‘Invented’ process to appoint President of European Commission is damaging to democracy
Opinion: Jean-Claude Juncker did not stand for election anywhere, nor did voters choose him
For many European citizens the most interesting debate right now is who will win the World Cup. But another debate, one on how we choose the right president for the European Commission, has taken place in newspapers across Europe, including in The Irish Times (Editorial, June 9th).
I want to to set out the UK position on the issue and to be clear about our longer- term vision for the European Union. Voters sent a clear message at the European elections.
They are disillusioned with the way Europe is working. They are demanding change so it focuses on what they care about: growth and jobs.
And they want the EU to help them, not dictate to them. This was clear through the rise of anti-EU parties; the fall in turnout in the majority of countries; and the decline in support for the European Parliament’s largest political groups.
That is the central task of the EU today. And that requires a more open, outward- looking, flexible and competitive EU. It also requires bold leadership – people ready to heed voters’ concerns and to confront the challenges Europe faces.
The first test is the appointment of the next president of the European Commission. Under the EU treaties, ratified by national parliaments, it is for EU heads of government to propose the candidate to head the commission – albeit leaders should “take account” of the European elections.
Then MEPs vote on this candidate in a secret ballot.
This concept was never agreed by the European Council. It was not negotiated between the European institutions. And it was never ratified by national parliaments.
Yet, supporters of Spitzenkandidaten argue that the elections have happened, the people of Europe have chosen Jean-Claude Juncker as commission president and that it would be undemocratic for elected national leaders to choose anyone else.
It is not an attack on Mr Juncker, an experienced European politician, to say this is nonsense.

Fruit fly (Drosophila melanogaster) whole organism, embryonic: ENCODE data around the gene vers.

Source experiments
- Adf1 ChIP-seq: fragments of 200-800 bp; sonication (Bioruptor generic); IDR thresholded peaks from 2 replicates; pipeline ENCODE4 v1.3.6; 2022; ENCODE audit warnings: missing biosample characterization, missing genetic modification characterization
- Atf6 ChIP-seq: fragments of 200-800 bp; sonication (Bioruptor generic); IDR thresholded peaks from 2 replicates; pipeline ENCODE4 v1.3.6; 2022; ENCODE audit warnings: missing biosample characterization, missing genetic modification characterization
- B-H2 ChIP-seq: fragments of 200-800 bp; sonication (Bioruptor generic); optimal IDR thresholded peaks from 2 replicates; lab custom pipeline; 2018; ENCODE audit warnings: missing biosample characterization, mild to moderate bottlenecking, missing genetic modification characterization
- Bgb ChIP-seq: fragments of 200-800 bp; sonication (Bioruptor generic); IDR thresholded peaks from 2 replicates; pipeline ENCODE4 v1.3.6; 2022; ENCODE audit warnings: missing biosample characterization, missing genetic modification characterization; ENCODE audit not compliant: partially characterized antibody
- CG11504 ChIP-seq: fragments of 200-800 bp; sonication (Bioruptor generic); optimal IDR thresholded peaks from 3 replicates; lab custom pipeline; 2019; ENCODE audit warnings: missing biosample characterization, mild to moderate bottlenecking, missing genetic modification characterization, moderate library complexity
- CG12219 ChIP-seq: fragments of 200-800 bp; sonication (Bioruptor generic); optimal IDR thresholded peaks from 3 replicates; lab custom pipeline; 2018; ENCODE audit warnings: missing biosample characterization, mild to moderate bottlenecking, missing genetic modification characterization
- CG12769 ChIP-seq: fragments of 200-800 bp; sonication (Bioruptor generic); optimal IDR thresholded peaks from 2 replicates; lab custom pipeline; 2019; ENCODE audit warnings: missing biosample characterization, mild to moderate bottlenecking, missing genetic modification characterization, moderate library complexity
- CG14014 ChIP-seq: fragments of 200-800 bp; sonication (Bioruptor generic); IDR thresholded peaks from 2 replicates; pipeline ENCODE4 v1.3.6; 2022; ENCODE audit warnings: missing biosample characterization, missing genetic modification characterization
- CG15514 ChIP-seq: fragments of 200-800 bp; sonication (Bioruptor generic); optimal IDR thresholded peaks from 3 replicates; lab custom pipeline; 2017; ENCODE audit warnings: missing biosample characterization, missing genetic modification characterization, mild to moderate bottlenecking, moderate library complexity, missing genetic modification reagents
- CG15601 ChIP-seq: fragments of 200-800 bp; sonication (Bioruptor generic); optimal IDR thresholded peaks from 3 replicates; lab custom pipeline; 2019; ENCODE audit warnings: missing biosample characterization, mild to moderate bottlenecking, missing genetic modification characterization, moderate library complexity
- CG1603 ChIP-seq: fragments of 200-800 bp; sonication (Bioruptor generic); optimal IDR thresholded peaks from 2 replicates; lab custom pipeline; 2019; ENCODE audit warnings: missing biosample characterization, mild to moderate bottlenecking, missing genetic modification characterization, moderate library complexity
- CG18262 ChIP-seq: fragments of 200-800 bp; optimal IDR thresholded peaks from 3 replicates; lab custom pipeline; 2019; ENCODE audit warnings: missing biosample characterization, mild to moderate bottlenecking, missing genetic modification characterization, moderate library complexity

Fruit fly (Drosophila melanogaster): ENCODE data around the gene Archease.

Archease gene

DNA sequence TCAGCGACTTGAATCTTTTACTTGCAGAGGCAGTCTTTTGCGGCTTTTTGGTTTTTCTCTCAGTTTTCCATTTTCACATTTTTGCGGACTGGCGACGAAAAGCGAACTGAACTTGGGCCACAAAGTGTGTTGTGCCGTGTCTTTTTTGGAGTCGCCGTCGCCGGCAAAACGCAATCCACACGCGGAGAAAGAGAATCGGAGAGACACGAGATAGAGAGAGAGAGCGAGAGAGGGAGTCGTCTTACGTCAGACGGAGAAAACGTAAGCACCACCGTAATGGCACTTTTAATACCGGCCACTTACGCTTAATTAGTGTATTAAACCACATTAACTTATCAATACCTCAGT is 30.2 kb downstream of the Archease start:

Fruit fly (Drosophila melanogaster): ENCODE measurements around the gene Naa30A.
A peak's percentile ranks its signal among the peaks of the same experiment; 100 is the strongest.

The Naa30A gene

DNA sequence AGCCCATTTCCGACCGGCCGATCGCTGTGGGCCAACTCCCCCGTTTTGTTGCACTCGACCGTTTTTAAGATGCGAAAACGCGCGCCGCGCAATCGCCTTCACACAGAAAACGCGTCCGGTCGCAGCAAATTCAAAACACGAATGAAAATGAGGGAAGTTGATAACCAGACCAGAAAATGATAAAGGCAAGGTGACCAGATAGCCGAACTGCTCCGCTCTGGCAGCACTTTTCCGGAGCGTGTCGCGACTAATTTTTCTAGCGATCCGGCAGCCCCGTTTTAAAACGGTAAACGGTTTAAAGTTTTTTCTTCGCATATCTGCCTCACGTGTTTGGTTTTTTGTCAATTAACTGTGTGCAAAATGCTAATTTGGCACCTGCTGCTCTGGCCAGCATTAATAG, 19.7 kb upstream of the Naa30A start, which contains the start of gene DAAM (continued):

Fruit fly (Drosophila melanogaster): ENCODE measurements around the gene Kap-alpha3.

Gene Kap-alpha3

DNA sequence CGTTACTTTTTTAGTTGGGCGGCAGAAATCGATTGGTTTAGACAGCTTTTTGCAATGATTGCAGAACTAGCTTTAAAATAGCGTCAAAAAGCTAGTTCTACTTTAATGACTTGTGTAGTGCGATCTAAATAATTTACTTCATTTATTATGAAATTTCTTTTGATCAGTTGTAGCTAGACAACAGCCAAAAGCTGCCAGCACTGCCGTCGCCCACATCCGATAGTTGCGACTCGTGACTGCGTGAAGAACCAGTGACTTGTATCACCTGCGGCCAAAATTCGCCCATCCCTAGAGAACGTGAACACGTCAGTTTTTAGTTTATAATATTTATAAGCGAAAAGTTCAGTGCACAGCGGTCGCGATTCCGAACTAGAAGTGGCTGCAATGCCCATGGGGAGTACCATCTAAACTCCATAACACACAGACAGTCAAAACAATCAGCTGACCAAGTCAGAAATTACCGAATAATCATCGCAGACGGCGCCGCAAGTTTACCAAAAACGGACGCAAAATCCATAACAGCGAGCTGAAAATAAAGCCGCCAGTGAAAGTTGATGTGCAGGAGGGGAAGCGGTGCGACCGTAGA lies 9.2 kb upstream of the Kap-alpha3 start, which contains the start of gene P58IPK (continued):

Most Europeans did not vote in the European Parliament elections. Turnout declined in the majority of member states. Those who voted did so to choose their MEP, not the commission president. Mr Juncker did not stand anywhere and was not elected by anyone.
To accept such a claim would be deeply damaging for Europe and would undermine, rather than strengthen, the EU’s democratic legitimacy. It would shift power from national governments to the European Parliament without voters’ approval.
Restricting the talent pool
It would politicise the commission – a risk Giscard d’Estaing warned of when the suggestion that MEPs should select the commission’s president was rejected over a decade ago.
It would imperil the commission’s credibility in the exercise of its regulatory and dispute-resolution powers.
And, most importantly, it would be a green light for those who want to breach the EU’s rules by the back door. Rules that have been ratified by our national parliaments and laid down in international law.
Whether you want more direct democracy in Europe or not, we should all be able to agree that first we must uphold the basic law.
We must focus on finding the best candidate for commission president. Someone who can deliver reform; driving growth and creating jobs; and accepting Europe’s needs may best be served by action at the national level. An honest and trusted broker able to re-engage Europe’s voters.
Britain has a reputation for standing up for democracy and for fighting for our national interest. But this is about fighting for the European interest. And the three major UK political parties are united on this issue.
Now is the time for Europe’s national leaders to have the courage of their convictions by standing up for their place in the EU and what is right for Europe’s future. Now is the time to propose a candidate who will convince Europe’s voters we are acting upon their concerns.
Recent events remind us of the price European nations have paid in the struggle for our freedom and democracy. We have come a long way in the intervening decades, respecting our differences, following the rules, patiently charting our way forward together, in the European spirit.
And at this important moment for Europe, it is the way we must continue to work.
David Cameron is prime minister of Britain